The #3 Pencil Principle

An office where people were filling out forms all day hired an efficiency consultant to review their business. The consultants found that the workers were using #2 pencils to fill out their forms. The soft graphite of the #2 pencils was easier to erase, but worn down faster. This meant the workers needed to sharpen their pencils more often and that the pencils didn’t last as long as they could.

The consultants figured the amount of money the company was spending on pencils and the amount of time the workers spent sharpening their pencils instead of working. The recommendation came back:  get harder #3 pencils for the workers instead. The harder graphite wouldn’t wear down as fast meaning that the workers wouldn’t use as many pencils and spend as much time sharpening them. There would be more money in the budget from buying less pencils and more time to fill out more forms. The consultants anticipated a 10% decrease in the pencil budget and a 10% increase in productivity.

After a year of #3 pencils, the efficiency consultants came back to check the actual results. They found an almost 100% decrease in the pencil budget and no increase in productivity. When they went to investigate, they found stock rooms full of unopened boxes of #3 pencils.

They asked the workers what was happening. This is when they found that workers hated the #3 pencils because the harder graphite meant they had to press hard to make a darker mark and it was very hard to erase mistakes. Instead of using the #3 pencils provided, the workers were buying and using their own #2 pencils.

This life and leadership strategy teaches us that making things harder on people rarely increases productivity. If you make something too hard, people won’t do it.

This strategy can be used two ways.

First, if you want something to happen you need to make it easy. Get rid of the bureaucracy that keeps your team from accomplishing their goals. Be easily accessible to your family and your community. Don’t spend the same amount of time to set up a meeting that it would take to just have the needed conversation on the spot. Don’t send an attachment that needs opened in an email if you can just type it in the body. 

Second, if you don’t want something to happen but you don’t want to look like a dictator by forbidding it you can make it a little harder. A little bit of bureaucracy can discourage people from wasting their time on things they haven’t realized aren’t needed or productive. This can apply to our work, our community, and our families. Add a form that needs filled out before money can be spent or some optional chores that need done before your teenager can borrow your car.

Take the time to evaluate if you’ve added #3 pencil-obstacles for your team or family without realizing it. You could have undermined your productivity without even realizing it.

The Mind-Bucket

Picture your mind as a bucket. It’s open and ready to receive and hold whatever the world offers you. Some of what the world gives you is cold and negative, and some of what the world gives you is warm and positive.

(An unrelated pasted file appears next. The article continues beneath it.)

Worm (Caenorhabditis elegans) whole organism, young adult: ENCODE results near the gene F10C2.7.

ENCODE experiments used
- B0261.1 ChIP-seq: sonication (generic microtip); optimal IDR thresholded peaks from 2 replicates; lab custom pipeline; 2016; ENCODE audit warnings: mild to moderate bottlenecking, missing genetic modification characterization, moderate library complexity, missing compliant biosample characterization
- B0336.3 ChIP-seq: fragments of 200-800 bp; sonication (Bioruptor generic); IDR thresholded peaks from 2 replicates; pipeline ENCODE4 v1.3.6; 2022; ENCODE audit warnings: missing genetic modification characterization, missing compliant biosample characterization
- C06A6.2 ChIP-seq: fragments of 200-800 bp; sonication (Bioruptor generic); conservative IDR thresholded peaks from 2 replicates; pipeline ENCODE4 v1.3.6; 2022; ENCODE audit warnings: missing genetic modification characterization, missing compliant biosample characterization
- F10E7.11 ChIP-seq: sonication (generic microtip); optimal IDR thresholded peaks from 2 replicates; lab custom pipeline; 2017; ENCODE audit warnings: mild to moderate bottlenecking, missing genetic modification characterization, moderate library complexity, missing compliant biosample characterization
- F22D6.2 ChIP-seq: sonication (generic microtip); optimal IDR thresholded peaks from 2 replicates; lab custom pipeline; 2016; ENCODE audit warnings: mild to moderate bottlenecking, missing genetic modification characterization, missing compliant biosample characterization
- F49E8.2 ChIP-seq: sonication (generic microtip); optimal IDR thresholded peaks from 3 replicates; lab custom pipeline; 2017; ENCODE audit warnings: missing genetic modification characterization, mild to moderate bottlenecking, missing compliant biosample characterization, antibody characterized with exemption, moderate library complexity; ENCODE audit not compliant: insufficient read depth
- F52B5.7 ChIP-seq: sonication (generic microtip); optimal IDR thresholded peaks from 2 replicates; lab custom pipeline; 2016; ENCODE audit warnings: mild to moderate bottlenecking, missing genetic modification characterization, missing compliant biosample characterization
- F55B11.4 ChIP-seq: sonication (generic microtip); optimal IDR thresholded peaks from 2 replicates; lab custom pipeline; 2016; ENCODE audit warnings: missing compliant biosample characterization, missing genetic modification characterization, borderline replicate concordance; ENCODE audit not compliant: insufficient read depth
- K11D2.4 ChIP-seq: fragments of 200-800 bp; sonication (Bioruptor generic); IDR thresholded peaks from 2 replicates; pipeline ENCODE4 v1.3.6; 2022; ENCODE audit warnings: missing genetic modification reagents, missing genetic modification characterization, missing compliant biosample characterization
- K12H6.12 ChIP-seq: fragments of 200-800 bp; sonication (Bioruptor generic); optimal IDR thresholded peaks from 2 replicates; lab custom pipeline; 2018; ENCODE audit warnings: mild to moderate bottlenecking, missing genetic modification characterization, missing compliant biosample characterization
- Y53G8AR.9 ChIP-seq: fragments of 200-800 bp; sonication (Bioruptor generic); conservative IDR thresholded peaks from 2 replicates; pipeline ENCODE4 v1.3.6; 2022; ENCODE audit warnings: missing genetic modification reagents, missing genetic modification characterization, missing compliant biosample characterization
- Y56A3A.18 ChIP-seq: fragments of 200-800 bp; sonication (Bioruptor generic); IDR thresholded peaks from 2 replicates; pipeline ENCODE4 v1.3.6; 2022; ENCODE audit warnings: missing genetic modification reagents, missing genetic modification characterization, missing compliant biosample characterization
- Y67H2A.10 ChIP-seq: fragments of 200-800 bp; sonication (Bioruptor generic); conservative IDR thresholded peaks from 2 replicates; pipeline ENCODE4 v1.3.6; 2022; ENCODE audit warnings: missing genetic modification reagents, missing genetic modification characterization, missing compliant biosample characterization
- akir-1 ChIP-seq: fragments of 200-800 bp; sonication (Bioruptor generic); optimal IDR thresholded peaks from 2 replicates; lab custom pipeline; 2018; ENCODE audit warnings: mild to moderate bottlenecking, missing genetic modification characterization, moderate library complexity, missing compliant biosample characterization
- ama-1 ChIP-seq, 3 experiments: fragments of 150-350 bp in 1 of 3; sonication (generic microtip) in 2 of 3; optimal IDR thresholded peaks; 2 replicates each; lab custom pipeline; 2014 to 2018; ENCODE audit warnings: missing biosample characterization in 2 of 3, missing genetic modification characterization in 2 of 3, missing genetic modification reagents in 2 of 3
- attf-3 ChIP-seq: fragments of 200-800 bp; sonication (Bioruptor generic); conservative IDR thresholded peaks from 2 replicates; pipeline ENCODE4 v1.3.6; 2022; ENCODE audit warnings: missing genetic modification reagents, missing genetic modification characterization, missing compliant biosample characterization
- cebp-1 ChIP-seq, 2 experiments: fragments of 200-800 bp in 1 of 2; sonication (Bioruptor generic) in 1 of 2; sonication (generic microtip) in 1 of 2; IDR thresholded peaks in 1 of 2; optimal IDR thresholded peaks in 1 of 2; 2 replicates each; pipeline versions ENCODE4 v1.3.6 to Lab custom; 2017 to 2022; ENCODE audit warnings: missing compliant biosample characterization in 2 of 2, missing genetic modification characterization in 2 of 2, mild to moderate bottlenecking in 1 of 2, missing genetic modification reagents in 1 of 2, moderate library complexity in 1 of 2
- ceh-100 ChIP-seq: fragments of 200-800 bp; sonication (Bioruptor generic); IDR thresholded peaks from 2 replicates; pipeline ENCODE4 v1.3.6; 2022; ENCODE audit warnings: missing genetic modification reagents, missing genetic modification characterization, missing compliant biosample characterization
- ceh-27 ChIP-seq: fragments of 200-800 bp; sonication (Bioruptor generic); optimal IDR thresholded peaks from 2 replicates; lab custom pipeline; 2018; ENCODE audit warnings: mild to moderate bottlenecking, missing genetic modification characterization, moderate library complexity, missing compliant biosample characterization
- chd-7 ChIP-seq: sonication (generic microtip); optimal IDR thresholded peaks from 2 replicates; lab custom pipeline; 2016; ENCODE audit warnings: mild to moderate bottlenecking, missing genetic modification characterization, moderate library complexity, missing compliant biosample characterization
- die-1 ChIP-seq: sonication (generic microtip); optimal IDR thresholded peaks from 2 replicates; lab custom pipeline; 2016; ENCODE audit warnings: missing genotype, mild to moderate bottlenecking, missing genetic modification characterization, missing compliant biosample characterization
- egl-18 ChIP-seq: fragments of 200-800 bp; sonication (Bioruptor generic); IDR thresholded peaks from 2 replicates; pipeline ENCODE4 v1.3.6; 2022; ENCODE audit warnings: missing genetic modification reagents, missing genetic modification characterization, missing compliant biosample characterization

The warm things can be words of encouragement, accomplishments, and the results of well used gifts. The cold things can be unwarranted criticism, insults, and failures. At the earliest age, we start having our mind-buckets filled. Maybe you were encouraged and told all the things you’d be and accomplish one day, and the temperature of your mind-bucket was high, or maybe you weren’t and were put down and started with a pretty cool mind-bucket.

The temperature of our mind-bucket has a lot to do with our perspective, confidence, and behaviors. This life and leadership strategy is all about one simple truth; you can change the temperature of your mind-bucket. It is not fixed.

The temperature of your mind-bucket, and self-image, is an accumulation of all the inputs over your lifetime. It comes from what others put in and from what you put in. The way you talk to yourself and think about yourself is just as important as how other people treat and talk to you.

If your temperature is low, change it. Start by stopping to cool yourself down. When you fail, learn that failure is an event and not a character trait. Learn and grow. When you aren’t being the person you want to be or need to be, use your energy changing to be better instead of beating yourself up. Most of us would never talk to other people with the harshness and heartlessness we talk to ourselves. Stop it.

Start putting warm water in your mind-bucket and find other people who will too. It is okay to celebrate your successes, no matter how small they might seem. Practice gratitude to allow yourself to start to see the positive around you and in you more clearly. Find people that are not tearing other people down all the time, that don’t complain for recreation.

There is one caveat; you must be honest. If you really are failing, not living up to your potential or working as hard as you should, own it. You can’t take a bag full of ice, pretend it is hot, and dump it into your mind-bucket and expect it to make you warmer. Your temperature will not change and your self-image will not improve by being dishonest with yourself and others. You cannot take shortcuts to being a warmer and better self.

Our friends, family, coworkers, and community need more warm and uplifting people. We can be those people for them. We just have to become them first.